Keep climbing past the radio towers until reaching a sign with the inscription “Plantation Lateral.” Make a left there and follow a fire road down a bit to the right until you see an unsigned single-track trail the guidebooks call the La Tuna Canyon Foot Path. It’s the only trail in the canyon off limits to bikes, and you quickly learn why. It’s a wild ride: steep, rocky downhill on a path that fades in and out. You’ll eventually reach a dirt lot, where you go left on the paved La Tuna Canyon Road 0.3 of a mile back to the trailhead.
Sure, it’s a cheesy tourist thing, but people want to get up close and personal with the Hollywood sign.
Sorry, the Mount Lee Trail, off Beachwood Drive, is now closed to trail users. I thought I could sneak up the 3-mile, round-trip path by going early one morning. But when I reached Beachwood Drive, there were a series of orange cones, a sign flashing “Trail Closed” and a bored-looking security guard in a Dodgers cap.
OK, on to Plan B. That would be the Mount Hollywood Trail in Griffith Park, where the 3.3-mile semi-loop from the Observatory parking lot to Dante’s View and the summit provides plenty of selfie-photo moments.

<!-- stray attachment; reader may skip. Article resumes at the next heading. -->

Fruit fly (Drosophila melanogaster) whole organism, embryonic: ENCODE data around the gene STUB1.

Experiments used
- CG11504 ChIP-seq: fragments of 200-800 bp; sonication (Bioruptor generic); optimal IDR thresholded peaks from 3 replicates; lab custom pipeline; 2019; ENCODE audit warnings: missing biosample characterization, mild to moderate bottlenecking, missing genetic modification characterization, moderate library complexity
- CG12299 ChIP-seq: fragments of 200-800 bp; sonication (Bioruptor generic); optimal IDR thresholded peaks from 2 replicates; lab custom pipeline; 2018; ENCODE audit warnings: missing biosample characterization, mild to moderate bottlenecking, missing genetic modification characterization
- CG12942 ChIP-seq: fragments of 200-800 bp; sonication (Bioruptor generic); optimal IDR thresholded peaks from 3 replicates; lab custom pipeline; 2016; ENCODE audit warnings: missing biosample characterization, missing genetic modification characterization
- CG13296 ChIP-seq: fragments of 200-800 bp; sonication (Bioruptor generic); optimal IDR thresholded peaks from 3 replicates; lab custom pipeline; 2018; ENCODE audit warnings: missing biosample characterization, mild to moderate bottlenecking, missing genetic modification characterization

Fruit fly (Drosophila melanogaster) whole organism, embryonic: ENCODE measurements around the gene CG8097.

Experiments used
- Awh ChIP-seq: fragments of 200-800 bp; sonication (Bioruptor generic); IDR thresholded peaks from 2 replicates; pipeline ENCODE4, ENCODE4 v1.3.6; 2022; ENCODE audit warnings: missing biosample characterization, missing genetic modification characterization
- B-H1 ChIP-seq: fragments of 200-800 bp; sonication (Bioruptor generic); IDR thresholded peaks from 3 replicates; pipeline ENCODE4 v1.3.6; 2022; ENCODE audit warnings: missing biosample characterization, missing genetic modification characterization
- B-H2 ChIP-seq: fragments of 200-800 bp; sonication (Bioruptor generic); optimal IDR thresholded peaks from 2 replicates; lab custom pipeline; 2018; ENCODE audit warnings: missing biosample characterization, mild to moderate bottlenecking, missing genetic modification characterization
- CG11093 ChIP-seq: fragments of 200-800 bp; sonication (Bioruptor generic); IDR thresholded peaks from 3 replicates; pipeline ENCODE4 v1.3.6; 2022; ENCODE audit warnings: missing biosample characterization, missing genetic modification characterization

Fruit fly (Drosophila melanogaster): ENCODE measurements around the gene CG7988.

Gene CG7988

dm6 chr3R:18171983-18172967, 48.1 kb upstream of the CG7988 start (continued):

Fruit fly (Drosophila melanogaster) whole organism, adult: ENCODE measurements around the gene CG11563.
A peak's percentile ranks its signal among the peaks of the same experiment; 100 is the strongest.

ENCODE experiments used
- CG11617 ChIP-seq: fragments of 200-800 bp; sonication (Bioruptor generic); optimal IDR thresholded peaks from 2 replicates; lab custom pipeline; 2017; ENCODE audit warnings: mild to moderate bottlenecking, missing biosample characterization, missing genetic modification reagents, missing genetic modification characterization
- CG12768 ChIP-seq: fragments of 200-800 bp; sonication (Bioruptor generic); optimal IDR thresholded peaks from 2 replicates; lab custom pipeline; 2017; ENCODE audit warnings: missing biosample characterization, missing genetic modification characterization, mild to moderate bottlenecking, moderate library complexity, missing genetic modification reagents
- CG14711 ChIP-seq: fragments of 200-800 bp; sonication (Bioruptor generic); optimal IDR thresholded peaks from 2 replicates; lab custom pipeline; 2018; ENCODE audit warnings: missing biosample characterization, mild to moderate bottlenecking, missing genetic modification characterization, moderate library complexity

Be prepared, however, for the crowds. At 6:30 on a Monday morning, the parking lot was packed, and the Charlie Turner Trail, a wide, smooth fire road that curved to the Mount Hollywood summit, was bustling with people in baggy shorts toting cameras.
A high school cross country team was doing hill repeats – there’s an 800-foot elevation gain on the 1.25-mile ascent – and a group of Filipinos all wearing blue-and-red “Team Manny Pacquiao” jackets power-walked skyward.
I’d like to report that it was a pleasant jaunt, but I had to dodge groups walking slowly, four-abreast, and was twice asked to take people’s pictures with the Hollywood sign in the background.
At least I can say I saw the sign, close-up. And the crowds made me long for the relative tranquility of the American River Canyon back home.
Call The Bee’s Sam McManis, (916) 321-1145. Follow him on Twitter @SamMcManis.